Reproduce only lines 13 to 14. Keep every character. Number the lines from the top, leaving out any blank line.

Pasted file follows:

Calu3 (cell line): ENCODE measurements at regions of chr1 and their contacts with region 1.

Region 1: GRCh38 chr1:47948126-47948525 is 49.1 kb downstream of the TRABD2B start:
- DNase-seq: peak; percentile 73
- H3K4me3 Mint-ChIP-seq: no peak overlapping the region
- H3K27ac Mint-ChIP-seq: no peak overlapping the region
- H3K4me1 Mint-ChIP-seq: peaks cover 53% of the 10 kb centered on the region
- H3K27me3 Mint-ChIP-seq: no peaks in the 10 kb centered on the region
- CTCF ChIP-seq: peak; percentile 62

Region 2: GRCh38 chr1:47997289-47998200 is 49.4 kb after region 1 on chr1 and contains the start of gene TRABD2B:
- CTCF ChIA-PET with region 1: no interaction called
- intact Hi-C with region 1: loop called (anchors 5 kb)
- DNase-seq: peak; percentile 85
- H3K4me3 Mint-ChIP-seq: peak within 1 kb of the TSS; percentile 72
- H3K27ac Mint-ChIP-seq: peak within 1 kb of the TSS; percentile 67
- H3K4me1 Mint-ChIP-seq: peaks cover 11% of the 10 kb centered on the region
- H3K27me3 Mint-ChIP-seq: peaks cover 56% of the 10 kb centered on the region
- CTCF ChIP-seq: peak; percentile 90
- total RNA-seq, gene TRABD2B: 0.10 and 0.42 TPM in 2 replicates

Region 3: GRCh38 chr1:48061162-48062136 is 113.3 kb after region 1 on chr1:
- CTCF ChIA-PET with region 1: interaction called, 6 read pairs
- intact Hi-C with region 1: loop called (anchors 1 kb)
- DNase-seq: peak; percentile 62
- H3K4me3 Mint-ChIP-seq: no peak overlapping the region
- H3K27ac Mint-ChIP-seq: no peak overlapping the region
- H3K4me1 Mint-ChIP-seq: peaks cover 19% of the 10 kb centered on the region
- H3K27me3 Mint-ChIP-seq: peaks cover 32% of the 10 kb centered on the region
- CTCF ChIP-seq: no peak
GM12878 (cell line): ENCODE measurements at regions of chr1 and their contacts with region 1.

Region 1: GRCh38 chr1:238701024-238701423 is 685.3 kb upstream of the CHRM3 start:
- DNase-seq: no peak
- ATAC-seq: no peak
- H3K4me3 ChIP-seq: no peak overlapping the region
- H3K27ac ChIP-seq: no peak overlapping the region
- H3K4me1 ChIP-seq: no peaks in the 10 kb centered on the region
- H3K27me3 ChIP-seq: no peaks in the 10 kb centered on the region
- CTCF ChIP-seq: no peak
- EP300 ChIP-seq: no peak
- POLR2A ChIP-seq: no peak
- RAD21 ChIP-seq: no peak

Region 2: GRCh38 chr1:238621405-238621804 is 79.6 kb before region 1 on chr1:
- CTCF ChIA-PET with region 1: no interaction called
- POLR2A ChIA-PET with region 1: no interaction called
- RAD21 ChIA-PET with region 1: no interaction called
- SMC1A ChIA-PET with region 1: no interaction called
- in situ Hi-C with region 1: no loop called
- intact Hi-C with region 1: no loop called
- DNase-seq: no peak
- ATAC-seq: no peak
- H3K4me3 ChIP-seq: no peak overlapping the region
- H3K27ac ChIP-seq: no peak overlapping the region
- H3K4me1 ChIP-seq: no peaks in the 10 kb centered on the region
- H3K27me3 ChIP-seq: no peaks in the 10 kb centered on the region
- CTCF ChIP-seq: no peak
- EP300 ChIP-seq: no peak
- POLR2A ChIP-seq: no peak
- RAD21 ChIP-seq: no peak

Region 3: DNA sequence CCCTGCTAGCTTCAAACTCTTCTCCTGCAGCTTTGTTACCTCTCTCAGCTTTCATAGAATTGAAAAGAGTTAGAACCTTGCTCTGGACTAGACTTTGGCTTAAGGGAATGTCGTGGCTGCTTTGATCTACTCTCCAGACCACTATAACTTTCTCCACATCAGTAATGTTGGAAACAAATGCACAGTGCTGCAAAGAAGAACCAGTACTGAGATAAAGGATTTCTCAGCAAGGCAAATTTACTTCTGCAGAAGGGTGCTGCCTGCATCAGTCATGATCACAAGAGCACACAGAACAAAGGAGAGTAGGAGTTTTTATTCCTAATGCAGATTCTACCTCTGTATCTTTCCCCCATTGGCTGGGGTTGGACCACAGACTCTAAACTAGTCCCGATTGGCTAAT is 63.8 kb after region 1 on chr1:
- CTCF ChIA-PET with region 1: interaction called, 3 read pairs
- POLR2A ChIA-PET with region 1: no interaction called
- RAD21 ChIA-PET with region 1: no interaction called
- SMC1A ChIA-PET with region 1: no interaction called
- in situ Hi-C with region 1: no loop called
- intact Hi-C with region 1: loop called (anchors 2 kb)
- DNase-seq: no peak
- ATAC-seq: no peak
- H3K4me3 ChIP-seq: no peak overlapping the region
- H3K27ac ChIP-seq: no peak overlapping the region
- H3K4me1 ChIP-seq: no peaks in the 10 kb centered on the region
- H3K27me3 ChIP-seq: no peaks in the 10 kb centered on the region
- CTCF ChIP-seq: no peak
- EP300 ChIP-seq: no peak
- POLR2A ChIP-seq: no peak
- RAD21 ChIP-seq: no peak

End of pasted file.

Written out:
- H3K4me3 Mint-ChIP-seq: peak within 1 kb of the TSS; percentile 72
- H3K27ac Mint-ChIP-seq: peak within 1 kb of the TSS; percentile 67